The Courier News from Blytheville, Arkansas on December 21, 1955 · Page 13
Get access to this page with a Free Trial

The Courier News from Blytheville, Arkansas · Page 13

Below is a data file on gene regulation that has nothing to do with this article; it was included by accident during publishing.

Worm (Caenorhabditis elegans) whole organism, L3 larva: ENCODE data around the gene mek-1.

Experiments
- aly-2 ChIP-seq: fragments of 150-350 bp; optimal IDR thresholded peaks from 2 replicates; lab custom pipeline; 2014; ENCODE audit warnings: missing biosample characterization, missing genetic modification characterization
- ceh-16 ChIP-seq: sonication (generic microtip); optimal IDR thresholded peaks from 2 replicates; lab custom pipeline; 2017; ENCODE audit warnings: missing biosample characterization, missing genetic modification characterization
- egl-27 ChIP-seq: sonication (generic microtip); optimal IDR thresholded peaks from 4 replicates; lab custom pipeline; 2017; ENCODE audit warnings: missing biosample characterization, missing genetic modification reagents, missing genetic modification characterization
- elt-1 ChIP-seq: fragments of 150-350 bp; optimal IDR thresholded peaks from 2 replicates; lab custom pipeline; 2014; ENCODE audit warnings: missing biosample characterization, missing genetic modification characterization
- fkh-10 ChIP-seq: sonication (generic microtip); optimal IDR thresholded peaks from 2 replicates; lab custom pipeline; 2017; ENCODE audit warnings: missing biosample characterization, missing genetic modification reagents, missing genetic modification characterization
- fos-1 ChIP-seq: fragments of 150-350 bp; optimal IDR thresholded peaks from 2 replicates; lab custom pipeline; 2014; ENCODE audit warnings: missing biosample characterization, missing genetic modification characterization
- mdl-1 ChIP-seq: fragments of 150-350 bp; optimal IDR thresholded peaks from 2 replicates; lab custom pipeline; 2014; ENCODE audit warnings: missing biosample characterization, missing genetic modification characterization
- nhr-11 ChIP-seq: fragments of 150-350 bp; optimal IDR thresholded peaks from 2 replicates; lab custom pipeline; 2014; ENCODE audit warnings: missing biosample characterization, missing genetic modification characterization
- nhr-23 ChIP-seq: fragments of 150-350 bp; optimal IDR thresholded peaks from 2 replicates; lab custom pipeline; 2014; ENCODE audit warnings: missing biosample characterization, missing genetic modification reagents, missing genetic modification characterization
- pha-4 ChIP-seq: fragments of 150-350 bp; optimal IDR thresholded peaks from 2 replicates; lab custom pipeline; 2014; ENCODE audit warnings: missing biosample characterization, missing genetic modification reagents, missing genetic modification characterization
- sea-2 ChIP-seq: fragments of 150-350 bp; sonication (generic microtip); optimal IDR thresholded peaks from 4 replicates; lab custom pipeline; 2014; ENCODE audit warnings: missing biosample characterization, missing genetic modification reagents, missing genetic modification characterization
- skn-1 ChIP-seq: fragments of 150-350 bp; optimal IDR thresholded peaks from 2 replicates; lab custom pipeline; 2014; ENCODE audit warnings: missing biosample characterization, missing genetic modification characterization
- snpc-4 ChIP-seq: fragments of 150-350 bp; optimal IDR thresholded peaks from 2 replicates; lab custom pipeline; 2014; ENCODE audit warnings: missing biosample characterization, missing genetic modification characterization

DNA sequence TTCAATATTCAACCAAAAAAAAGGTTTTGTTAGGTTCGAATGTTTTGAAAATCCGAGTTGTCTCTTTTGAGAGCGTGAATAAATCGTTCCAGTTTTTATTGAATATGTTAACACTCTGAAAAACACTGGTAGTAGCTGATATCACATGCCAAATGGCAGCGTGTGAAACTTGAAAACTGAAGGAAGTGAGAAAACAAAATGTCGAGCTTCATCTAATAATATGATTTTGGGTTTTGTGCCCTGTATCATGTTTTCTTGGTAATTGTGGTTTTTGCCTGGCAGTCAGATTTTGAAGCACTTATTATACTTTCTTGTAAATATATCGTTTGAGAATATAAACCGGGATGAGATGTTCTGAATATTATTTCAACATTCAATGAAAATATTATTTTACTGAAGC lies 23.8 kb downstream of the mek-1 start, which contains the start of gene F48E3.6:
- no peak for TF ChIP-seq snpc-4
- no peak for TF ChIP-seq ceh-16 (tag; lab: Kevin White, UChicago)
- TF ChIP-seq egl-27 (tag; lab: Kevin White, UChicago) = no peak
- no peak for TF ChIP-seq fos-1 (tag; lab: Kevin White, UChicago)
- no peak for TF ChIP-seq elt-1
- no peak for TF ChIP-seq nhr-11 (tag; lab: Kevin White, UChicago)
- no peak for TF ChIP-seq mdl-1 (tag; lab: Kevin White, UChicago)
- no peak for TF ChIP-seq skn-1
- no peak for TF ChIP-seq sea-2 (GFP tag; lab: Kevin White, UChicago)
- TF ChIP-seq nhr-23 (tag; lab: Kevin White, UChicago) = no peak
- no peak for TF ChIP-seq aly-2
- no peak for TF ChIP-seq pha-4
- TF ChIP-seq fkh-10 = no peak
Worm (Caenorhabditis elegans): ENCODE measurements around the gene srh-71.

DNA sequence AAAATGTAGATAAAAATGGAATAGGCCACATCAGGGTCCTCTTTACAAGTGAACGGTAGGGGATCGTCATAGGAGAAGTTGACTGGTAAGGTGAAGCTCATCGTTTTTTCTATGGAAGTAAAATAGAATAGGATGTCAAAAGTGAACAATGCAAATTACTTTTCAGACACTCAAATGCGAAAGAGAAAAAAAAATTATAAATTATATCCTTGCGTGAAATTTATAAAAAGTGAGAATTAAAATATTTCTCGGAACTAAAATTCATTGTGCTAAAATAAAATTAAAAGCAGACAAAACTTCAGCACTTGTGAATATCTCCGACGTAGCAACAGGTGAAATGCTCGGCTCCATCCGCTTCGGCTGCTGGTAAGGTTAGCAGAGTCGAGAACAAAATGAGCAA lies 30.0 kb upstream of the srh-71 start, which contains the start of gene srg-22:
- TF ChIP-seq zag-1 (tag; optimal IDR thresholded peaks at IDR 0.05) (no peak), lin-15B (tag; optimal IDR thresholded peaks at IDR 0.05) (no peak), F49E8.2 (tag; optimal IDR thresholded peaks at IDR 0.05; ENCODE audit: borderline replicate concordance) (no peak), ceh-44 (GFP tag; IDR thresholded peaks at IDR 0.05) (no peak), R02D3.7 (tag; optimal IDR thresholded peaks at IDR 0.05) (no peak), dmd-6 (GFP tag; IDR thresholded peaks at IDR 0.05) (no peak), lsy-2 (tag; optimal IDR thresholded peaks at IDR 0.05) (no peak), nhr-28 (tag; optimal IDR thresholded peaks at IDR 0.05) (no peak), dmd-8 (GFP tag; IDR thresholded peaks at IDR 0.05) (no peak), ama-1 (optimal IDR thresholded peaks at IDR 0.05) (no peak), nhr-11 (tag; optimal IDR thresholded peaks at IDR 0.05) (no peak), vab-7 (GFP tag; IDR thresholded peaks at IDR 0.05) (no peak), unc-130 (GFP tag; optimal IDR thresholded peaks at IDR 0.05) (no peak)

Blytheville, Arkansas
Issue Date:
Wednesday, December 21, 1955
Page 13
Start Free Trial